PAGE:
At Face Value

Arlene Rush, Twins III, 16”x 20”, Digital print, 2002

At Face Value

Curated by Robert Curcio and Leah Oates
July 5 – 27, 2024
Opening Reception: Friday, July 5, 6 – 8pm
Station Independent Projects, Toronto

Station Independent Projects

At Face Value features Claudine Anrather, Noah Becker, Marcy Brafman, Chambliss Giobbi, Amy Hill, Sam Jackson, D. Dominick Lombardi, Shantel Miller, Ruben Natal-San Miguel, Dana Nehdaran, Andrew Owen AO1, Arlene Rush and Pierre St. Jacques.

Station Independent Projects, Toronto, and curcioprojects, NYC, are thrilled to present At Face Value featuring thirteen artists from Canada, United Kingdom, and the United States. Premiering on Friday, July 5th, with a reception from 6 to 8pm at Station Independent Projects and closing on Saturday, 27th, 2024 at 6 pm. Many of the artists and Robert Curcio, curcioprojects, will attend the reception.

As humans, we inherently enjoy people-watching regardless of whether the situation is chaotic, tranquil, or unsettling, and with the deluge of selfies, everyone is seen. At Face Value goes beyond the surface level of expressions and does not accept a face without thinking it might not be what is right in front of you. The exhibition challenges the traditional notion of portraiture through the unique approaches these artists use, both visually and thematically compelling as the viewer comes closer to the human experience.

The self-portraits by D. Dominick Lombardi, Dana Nehdaran, and Arlene Rush are personal journeys within themselves rather than surface-level depictions of oneself. Lombardi’s irreverent surreal ink drawings are of the artist at 17, 35, and a preview of him at 95. At over 300 and counting, Nehdaran’s near-daily self-portraits on paper, in sketchbooks, or as with the paintings exhibited are intimate in scale while grand in color and brushstrokes. Rush’s digital photo series Twins examines identity, sameness, and authenticity from her experiences having a twin male counterpart while also challenging traditional misconceptions about gender roles.

Shantel Miller, Boundaries , 51cm x 40.6cm, Oil on canvas stretched over wood panel, 2024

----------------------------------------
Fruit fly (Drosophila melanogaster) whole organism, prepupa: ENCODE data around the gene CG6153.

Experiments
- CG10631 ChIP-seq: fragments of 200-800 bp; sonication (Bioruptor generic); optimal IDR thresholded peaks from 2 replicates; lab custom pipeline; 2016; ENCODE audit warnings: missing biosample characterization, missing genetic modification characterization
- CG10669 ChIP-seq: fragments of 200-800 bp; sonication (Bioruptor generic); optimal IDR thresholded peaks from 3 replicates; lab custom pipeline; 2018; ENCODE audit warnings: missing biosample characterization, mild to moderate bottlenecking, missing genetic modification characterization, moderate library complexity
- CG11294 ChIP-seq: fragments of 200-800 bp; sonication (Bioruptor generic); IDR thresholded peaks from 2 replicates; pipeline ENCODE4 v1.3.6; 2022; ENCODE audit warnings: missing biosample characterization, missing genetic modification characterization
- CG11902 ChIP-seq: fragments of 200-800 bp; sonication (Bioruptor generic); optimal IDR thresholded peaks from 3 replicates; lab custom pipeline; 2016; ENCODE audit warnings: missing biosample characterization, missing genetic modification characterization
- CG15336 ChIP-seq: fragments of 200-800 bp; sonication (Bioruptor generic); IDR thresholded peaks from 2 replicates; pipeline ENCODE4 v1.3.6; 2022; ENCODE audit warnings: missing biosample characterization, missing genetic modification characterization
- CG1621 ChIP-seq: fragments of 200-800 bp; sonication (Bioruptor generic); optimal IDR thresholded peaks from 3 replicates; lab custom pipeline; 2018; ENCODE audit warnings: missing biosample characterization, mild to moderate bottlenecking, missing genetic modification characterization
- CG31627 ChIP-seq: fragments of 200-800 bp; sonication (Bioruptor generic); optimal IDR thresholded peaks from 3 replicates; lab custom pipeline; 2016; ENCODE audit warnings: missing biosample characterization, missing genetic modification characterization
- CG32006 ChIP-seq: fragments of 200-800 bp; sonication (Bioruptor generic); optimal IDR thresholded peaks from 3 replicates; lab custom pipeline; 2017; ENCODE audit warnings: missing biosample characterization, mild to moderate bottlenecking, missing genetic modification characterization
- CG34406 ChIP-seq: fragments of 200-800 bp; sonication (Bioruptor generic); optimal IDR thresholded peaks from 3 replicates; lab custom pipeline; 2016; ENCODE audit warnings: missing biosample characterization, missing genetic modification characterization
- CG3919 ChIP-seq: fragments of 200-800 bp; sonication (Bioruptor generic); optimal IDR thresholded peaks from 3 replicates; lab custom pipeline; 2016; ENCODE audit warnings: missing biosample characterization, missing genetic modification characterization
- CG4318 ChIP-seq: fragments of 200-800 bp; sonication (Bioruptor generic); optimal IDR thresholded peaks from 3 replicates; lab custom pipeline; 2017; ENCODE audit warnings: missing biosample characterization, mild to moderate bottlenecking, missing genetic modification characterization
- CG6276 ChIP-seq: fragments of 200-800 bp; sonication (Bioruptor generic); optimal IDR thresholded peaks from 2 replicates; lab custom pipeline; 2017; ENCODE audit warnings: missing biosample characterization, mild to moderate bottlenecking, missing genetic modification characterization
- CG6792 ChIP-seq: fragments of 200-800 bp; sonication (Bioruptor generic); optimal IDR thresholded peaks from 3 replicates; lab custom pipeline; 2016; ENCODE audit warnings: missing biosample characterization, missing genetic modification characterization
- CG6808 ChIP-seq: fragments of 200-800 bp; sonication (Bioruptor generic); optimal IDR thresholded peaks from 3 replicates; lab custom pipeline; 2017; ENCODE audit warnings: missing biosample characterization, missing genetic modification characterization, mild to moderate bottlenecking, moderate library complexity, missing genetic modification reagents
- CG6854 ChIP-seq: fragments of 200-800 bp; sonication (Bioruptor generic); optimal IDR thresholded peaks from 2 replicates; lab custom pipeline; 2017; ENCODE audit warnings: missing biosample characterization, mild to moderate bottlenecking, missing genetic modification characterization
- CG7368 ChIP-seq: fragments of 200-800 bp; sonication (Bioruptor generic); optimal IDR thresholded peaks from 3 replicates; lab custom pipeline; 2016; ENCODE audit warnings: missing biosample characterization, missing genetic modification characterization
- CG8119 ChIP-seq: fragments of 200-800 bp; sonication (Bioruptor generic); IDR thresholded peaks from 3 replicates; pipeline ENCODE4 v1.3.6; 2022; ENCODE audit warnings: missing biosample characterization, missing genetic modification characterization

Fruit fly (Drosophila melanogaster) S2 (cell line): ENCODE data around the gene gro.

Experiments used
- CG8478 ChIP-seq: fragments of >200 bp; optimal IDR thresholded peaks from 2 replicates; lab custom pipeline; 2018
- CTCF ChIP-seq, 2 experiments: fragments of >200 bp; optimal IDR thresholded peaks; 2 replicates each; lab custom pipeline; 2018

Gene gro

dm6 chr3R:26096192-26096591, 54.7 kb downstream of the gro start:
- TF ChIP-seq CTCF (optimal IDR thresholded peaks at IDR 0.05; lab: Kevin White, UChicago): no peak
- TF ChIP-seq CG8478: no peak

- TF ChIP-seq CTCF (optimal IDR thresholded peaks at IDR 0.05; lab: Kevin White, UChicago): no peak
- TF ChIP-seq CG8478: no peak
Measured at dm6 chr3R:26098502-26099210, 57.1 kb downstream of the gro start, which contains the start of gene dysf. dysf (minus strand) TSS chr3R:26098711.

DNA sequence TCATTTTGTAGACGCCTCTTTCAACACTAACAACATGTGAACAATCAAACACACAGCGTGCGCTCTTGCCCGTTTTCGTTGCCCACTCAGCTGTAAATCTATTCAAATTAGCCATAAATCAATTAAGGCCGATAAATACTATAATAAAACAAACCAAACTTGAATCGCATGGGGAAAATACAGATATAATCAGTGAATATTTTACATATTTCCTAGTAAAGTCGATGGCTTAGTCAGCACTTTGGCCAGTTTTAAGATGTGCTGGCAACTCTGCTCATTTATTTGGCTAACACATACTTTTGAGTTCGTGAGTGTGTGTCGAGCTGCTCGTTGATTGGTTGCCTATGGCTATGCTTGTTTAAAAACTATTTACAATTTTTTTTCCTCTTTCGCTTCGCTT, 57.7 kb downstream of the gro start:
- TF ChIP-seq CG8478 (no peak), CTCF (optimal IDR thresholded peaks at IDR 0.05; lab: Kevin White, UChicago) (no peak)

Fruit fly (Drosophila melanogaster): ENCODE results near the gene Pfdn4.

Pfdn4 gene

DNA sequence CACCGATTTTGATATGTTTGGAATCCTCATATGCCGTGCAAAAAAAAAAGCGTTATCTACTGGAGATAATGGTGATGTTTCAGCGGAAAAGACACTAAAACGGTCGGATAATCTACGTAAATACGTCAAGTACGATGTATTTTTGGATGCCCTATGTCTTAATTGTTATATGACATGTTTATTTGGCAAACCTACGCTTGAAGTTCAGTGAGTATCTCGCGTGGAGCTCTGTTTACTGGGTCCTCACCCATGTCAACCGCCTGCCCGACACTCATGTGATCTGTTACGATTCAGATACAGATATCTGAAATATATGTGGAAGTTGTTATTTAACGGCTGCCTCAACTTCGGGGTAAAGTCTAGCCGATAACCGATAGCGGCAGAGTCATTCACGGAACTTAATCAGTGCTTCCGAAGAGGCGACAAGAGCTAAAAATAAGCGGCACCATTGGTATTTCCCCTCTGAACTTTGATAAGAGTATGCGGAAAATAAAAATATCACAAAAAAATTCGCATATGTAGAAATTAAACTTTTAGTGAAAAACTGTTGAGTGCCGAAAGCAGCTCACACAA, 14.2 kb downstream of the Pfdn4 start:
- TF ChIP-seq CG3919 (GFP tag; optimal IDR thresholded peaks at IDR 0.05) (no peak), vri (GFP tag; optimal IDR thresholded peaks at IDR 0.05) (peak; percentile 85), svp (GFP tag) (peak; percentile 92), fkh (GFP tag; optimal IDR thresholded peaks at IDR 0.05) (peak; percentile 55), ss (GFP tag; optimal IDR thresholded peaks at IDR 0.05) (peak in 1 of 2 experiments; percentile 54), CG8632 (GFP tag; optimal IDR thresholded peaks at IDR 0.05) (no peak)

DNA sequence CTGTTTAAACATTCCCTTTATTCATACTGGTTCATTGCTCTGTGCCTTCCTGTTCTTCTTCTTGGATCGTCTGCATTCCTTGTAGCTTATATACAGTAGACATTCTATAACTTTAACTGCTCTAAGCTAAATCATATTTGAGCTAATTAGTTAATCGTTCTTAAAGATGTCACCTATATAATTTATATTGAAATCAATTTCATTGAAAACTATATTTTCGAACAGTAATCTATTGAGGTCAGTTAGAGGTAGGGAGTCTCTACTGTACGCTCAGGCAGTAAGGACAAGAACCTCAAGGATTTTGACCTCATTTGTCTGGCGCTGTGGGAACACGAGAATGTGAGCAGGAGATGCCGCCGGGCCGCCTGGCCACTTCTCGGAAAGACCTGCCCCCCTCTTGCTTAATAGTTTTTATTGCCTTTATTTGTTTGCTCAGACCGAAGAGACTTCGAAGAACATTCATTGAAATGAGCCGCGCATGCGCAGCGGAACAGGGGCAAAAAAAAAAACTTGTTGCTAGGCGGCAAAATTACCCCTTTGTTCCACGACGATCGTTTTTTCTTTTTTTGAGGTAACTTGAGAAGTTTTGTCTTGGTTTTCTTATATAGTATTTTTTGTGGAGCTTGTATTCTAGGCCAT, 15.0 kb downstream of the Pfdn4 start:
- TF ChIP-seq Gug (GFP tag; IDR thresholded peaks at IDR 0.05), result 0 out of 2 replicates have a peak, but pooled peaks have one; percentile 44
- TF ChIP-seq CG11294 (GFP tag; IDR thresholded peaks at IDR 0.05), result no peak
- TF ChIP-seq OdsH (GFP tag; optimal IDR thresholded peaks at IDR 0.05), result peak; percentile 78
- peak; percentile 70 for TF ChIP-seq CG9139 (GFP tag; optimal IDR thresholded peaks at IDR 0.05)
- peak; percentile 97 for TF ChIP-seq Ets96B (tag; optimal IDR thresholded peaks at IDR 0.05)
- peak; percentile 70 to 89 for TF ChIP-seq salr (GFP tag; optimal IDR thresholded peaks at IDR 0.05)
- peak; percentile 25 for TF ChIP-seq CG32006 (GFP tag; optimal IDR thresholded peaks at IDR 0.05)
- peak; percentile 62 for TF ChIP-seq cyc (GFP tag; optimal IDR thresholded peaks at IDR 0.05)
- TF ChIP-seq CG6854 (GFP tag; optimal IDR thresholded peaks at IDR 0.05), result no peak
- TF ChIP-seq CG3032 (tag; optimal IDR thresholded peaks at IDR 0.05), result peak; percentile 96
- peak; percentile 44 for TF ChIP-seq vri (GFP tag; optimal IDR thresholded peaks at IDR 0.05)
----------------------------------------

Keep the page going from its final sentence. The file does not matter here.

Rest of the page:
Noah Becker, Amy Hill, Claudine Anrather, and Shantel Miller create seemingly traditional portraits, rather the subjects themselves carry much deeper context and meaning. Becker’s stylishly elegant portraits are fictitious figures you might know but can’t invoke a feeling of deja vu. Hill’s portraits juxtapose the formality and structure of Renaissance portraits with mundane contemporary images of technology and consumerism. Anrather’s beautiful activist portraits of black trans women who have passed away are surrounded by calla lilies representing rebirth, death, and a touch of sexuality. Miller’s portraits are situated in very intimate positions and moments that speak to the emotional intricacies of the daily life that black people and families experience.

Andrew Owen AO1 working with a relational art program creates a photo-based series United Diversity Portraits are hybrid portraits of post-ethnicity, color, gender, sexuality, age, etc society. This series features the now-famous model Winnie Harlow and was created with Fashion Art Toronto. Additionally, photo portrait artist Ruben Natal-San Miguel portrays his subjects in a documentary-style setting touching on socio-political issues as well as identity. Most of his work takes place in Harlem where he’s able to conduct a photographic study of the different subcultures of a variety of different groups.

Marcy Brafman and Sam Jackson’s graffiti-esque paintings create identifiable yet unrecognized personas. Brafman’s paintings take on characters from American pop culture and Hollywood using bright colors and rapid brushstrokes. While Jackson references the UK punk and fetish scenes in the ’70s and ’80s creating traditional portraits that he then scatters with gestural symbols, text, bits of collage and glitter, and tattoo-like images resulting in an almost punk rock portraiture.

Chambliss Giobbi and Pierre St. Jacques select outside references to create a unique type of portraiture. Giobbi’s medium of melted Crayola crayons crafts miniature reproductions from a collective memory of portraits by well-known artists. He describes them as “like votives; love letters to the real thing that could fit under your pillow.” Jacques’ work is referential to a caveman at peace while a spaceman is in his head attempting to disrupt his peace. Both characters speak to how two separate characters can be joined in their state of mind while also setting the tone psychologically for the space they reside within.

Chambliss Giobbi, TARTAN, 6” x 4”, Melted Children’s Crayons on Canvas, 2020

About Station Independent Projects:

Station Independent Projects organizes exhibitions and events with a focus on artist advocacy. Station Independent Projects specializes in discovering new emerging and mid-career artists that are not represented by galleries and organizes shows to connect artists to broader audiences. Before opening the gallery in Toronto, Ontario the gallery was located in the Lower East Side in New York City. Previous to opening a gallery Station Independent Projects organized exhibitions in the New York City and Chicago areas for over ten years with numerous galleries, museums, art fairs and art non-profits.

The curators would like to extend a special “Thank you” to Myles Fucci for his curatorial and administrative assistance.

Station Independent Projects Gallery
220 Geary Avenue #2B
Toronto, Ontario, Canada M6H 2C3
Thursday – Sunday, 1 – 6pm